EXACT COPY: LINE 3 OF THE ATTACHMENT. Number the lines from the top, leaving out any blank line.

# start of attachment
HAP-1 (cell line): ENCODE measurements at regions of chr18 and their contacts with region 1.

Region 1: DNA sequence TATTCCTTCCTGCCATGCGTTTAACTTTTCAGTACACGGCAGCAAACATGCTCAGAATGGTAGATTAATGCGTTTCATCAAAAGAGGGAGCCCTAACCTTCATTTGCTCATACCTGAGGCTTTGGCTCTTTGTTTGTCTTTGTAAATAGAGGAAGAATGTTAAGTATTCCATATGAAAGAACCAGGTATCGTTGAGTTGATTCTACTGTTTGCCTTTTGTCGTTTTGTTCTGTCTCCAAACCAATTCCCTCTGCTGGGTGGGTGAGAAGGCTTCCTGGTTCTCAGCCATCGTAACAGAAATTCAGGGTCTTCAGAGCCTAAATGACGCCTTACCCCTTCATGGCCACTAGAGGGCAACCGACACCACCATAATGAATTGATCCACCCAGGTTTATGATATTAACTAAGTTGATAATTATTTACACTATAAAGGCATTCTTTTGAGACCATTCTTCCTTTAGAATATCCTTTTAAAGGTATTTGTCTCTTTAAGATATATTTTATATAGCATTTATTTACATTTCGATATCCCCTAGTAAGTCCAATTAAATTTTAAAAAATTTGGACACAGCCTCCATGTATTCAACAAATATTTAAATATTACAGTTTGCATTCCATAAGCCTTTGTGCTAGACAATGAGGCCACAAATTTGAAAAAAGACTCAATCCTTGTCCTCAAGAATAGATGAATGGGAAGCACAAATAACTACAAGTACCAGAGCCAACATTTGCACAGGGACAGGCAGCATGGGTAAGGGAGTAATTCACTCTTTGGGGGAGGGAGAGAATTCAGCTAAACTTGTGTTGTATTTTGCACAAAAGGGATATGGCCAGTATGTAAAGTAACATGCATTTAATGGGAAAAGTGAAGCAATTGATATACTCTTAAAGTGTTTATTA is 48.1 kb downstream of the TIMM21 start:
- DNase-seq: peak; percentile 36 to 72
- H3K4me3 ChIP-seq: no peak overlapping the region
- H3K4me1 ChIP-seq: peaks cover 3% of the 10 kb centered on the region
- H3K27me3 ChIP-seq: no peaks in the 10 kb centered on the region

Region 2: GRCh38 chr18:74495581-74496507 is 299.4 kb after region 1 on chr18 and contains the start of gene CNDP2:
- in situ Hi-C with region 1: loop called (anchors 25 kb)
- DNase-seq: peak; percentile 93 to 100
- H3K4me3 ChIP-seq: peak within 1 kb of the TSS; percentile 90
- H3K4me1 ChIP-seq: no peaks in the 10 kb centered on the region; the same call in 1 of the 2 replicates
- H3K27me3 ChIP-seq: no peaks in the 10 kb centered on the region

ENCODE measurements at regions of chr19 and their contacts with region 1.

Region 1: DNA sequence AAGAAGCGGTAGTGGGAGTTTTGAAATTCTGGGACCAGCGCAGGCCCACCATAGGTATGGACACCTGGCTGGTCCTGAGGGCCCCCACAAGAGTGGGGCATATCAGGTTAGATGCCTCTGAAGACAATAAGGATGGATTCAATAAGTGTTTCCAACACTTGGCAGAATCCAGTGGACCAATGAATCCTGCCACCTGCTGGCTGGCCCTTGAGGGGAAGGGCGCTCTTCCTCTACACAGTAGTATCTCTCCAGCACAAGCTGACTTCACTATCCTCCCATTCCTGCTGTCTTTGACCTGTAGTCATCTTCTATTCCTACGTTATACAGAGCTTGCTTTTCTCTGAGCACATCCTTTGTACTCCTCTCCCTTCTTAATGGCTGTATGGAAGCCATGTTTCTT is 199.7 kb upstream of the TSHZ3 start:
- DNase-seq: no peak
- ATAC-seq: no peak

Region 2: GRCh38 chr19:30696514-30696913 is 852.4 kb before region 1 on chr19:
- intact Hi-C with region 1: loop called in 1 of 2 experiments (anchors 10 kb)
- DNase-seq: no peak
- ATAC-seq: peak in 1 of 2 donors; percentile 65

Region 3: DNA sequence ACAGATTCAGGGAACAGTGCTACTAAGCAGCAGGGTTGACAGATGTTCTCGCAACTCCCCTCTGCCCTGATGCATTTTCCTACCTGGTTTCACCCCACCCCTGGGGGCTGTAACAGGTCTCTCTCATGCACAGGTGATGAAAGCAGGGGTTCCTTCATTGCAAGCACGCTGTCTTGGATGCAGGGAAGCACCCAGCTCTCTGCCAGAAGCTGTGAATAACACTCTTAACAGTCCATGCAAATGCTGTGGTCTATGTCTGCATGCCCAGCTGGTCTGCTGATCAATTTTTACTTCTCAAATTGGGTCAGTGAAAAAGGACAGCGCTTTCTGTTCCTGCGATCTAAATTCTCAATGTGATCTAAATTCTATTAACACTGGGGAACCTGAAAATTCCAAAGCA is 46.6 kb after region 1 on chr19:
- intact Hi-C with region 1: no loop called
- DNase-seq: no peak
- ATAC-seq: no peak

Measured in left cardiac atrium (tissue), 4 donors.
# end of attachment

- DNase-seq: peak; percentile 36 to 72